Surrounded by bodyguards and the last person to get off the bus, Jerry LeVias thought he was a “big superstar” for Southern Methodist University.To others, he was a dead man walking.
LeVias was the first black scholarship athlete in the old Southwest Conference, a conference of which TCU was a member for 72 years beginning in 1923.
An anonymous caller had vowed, using a racial slur, to kill LeVias if he set foot on TCU’s campus.
During every down, Fort Worth police and the FBI watched for an assassin from locations throughout the stadium. Even the Boy Scouts working as ushers were looking out for the sniper.
LeVias took cover as the rest of the team warmed up between halves, and the team used more motion than any other game that season to make LeVias a harder target to hit on the field.
“I ran faster to the bench than I did on the football field,” LeVias said. “But at the same time, I had to play ball. We couldn’t just call the game off.
“If it was going to happen, it was going to happen.”
It never did.
ROCKY ROAD TO INTEGRATION
LeVias still wonders if anybody watched the Mustangs rout the Frogs 21-0 that day with his No. 23 in the crosshairs.
The rest of the team found out about the threat the next day in the newspaper or on the radio that night. The Mustangs’ coach, Hayden Fry, rarely told the rest of the team about what LeVias was facing that season.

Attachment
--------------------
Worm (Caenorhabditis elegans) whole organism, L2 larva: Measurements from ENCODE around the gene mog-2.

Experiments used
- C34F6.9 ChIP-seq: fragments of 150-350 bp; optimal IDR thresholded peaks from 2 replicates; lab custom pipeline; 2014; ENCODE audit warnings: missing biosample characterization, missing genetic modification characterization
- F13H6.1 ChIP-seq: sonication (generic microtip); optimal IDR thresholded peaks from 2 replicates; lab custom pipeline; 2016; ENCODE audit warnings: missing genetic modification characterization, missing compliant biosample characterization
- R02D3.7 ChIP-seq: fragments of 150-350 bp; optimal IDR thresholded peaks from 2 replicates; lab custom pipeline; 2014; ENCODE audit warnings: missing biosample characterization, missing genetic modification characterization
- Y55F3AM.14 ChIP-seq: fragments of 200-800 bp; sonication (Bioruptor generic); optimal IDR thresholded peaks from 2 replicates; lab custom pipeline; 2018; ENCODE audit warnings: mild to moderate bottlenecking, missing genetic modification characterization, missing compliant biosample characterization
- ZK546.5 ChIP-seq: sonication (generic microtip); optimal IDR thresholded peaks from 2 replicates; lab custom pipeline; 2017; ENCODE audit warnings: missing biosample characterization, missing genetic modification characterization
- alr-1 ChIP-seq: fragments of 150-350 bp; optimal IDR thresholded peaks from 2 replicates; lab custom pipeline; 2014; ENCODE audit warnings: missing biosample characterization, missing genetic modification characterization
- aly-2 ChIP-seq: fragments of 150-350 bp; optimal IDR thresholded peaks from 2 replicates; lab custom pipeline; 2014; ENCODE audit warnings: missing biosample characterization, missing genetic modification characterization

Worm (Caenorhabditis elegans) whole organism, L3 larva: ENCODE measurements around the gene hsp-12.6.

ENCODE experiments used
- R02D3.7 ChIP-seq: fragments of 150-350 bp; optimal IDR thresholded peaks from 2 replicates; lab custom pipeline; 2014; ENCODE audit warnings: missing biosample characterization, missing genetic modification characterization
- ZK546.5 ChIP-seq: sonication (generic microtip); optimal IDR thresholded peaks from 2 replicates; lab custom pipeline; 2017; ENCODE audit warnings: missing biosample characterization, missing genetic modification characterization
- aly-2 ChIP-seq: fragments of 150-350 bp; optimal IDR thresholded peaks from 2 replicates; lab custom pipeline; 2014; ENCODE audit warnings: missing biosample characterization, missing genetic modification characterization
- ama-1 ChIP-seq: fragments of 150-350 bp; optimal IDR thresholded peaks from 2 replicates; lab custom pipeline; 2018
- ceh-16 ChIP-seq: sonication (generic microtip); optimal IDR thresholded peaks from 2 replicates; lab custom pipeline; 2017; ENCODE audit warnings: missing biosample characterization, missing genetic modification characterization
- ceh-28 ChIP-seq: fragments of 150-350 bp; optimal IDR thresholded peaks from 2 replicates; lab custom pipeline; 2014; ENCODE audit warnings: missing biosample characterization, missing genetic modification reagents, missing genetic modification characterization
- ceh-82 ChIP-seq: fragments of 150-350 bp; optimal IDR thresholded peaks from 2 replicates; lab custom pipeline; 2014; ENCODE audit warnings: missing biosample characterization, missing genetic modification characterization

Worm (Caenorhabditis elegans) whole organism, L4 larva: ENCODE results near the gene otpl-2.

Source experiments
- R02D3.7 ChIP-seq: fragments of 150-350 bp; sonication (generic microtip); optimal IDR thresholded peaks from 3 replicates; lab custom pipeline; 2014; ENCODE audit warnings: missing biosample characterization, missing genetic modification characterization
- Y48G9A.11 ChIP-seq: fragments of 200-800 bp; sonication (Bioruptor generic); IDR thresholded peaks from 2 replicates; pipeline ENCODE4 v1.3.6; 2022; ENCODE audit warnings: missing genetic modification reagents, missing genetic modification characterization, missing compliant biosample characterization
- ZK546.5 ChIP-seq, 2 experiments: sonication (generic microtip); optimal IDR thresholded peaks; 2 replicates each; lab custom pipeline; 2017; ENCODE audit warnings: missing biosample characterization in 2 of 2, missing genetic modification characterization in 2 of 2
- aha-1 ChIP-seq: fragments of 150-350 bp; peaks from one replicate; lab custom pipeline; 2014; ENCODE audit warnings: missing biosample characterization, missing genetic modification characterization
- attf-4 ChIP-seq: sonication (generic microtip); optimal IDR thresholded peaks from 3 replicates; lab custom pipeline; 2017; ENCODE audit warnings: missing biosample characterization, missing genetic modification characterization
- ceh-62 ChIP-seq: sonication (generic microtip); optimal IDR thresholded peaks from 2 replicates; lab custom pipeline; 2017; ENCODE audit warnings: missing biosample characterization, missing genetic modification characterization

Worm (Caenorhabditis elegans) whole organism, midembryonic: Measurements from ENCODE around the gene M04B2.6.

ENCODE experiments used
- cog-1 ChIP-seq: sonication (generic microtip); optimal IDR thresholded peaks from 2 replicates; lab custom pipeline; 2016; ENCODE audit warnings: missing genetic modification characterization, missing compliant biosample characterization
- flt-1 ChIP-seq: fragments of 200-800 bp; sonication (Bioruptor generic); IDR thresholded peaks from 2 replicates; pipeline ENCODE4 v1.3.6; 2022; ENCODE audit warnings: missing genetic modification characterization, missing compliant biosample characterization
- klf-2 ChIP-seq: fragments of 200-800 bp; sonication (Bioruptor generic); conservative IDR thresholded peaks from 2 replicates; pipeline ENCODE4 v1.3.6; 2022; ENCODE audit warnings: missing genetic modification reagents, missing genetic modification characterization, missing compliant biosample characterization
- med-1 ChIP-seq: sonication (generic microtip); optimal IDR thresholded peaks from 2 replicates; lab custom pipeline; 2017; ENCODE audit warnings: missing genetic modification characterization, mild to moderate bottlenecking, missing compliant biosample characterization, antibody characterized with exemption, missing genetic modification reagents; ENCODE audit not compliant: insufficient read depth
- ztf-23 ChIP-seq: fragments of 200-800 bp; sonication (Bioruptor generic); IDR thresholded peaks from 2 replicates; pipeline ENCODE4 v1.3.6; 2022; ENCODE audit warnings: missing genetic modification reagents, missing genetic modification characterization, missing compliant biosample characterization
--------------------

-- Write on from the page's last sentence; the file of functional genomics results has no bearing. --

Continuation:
“If he was bearing the burden of this, he was doing it mostly on his own,” said Albon Head, LeVias’ teammate who is now an attorney in Fort Worth.
And it wasn’t the first time LeVias had been threatened.
“It wasn’t totally different from that whole season,” Head said.
He was spat upon. Trainers wouldn’t tape his ankles for fear of touching his black skin. Teammates emptied the showers when he stepped in and alumni threatened to pull their support if he ever played.
“Those were the times,” LeVias said. “Integration was a hard idea for a lot of southerners to swallow.”
Other conferences had already integrated. Fry, who grew up “on the wrong side of the tracks” in Eastland and Odessa, took the coaching job at SMU under the condition that he would be able to begin integrating the conference – despite a time-honored “gentleman’s agreement” among coaches to never recruit black athletes.